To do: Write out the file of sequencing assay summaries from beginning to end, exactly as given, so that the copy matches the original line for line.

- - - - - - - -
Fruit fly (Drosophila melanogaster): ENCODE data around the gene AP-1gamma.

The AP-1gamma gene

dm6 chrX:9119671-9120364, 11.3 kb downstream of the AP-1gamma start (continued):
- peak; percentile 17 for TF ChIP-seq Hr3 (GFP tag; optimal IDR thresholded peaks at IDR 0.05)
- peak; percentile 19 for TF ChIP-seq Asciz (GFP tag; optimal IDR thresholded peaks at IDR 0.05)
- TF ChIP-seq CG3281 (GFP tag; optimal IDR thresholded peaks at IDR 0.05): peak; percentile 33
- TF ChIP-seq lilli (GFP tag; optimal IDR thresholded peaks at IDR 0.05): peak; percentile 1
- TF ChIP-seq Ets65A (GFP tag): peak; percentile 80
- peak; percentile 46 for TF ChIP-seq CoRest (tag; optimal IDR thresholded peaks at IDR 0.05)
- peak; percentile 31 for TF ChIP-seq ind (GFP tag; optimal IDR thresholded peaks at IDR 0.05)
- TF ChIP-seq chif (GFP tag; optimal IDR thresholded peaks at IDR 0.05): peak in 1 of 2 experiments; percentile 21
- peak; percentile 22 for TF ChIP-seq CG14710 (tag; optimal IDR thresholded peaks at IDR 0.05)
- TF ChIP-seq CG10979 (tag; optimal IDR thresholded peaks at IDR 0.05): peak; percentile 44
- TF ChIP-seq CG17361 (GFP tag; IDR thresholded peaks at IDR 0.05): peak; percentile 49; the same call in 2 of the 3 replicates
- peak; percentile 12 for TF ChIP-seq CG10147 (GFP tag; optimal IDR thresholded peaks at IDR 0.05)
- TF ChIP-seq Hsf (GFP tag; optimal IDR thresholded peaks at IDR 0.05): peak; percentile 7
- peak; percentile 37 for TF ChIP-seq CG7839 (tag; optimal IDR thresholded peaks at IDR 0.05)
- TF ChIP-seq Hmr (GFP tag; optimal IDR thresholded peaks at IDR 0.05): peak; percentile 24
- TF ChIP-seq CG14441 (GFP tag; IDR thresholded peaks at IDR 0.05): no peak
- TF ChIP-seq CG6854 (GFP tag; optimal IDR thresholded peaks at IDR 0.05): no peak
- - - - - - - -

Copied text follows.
Fruit fly (Drosophila melanogaster): ENCODE data around the gene AP-1gamma.

The AP-1gamma gene

dm6 chrX:9119671-9120364, 11.3 kb downstream of the AP-1gamma start (continued):
- peak; percentile 17 for TF ChIP-seq Hr3 (GFP tag; optimal IDR thresholded peaks at IDR 0.05)
- peak; percentile 19 for TF ChIP-seq Asciz (GFP tag; optimal IDR thresholded peaks at IDR 0.05)
- TF ChIP-seq CG3281 (GFP tag; optimal IDR thresholded peaks at IDR 0.05): peak; percentile 33
- TF ChIP-seq lilli (GFP tag; optimal IDR thresholded peaks at IDR 0.05): peak; percentile 1
- TF ChIP-seq Ets65A (GFP tag): peak; percentile 80
- peak; percentile 46 for TF ChIP-seq CoRest (tag; optimal IDR thresholded peaks at IDR 0.05)
- peak; percentile 31 for TF ChIP-seq ind (GFP tag; optimal IDR thresholded peaks at IDR 0.05)
- TF ChIP-seq chif (GFP tag; optimal IDR thresholded peaks at IDR 0.05): peak in 1 of 2 experiments; percentile 21
- peak; percentile 22 for TF ChIP-seq CG14710 (tag; optimal IDR thresholded peaks at IDR 0.05)
- TF ChIP-seq CG10979 (tag; optimal IDR thresholded peaks at IDR 0.05): peak; percentile 44
- TF ChIP-seq CG17361 (GFP tag; IDR thresholded peaks at IDR 0.05): peak; percentile 49; the same call in 2 of the 3 replicates
- peak; percentile 12 for TF ChIP-seq CG10147 (GFP tag; optimal IDR thresholded peaks at IDR 0.05)
- TF ChIP-seq Hsf (GFP tag; optimal IDR thresholded peaks at IDR 0.05): peak; percentile 7
- peak; percentile 37 for TF ChIP-seq CG7839 (tag; optimal IDR thresholded peaks at IDR 0.05)
- TF ChIP-seq Hmr (GFP tag; optimal IDR thresholded peaks at IDR 0.05): peak; percentile 24
- TF ChIP-seq CG14441 (GFP tag; IDR thresholded peaks at IDR 0.05): no peak
- TF ChIP-seq CG6854 (GFP tag; optimal IDR thresholded peaks at IDR 0.05): no peak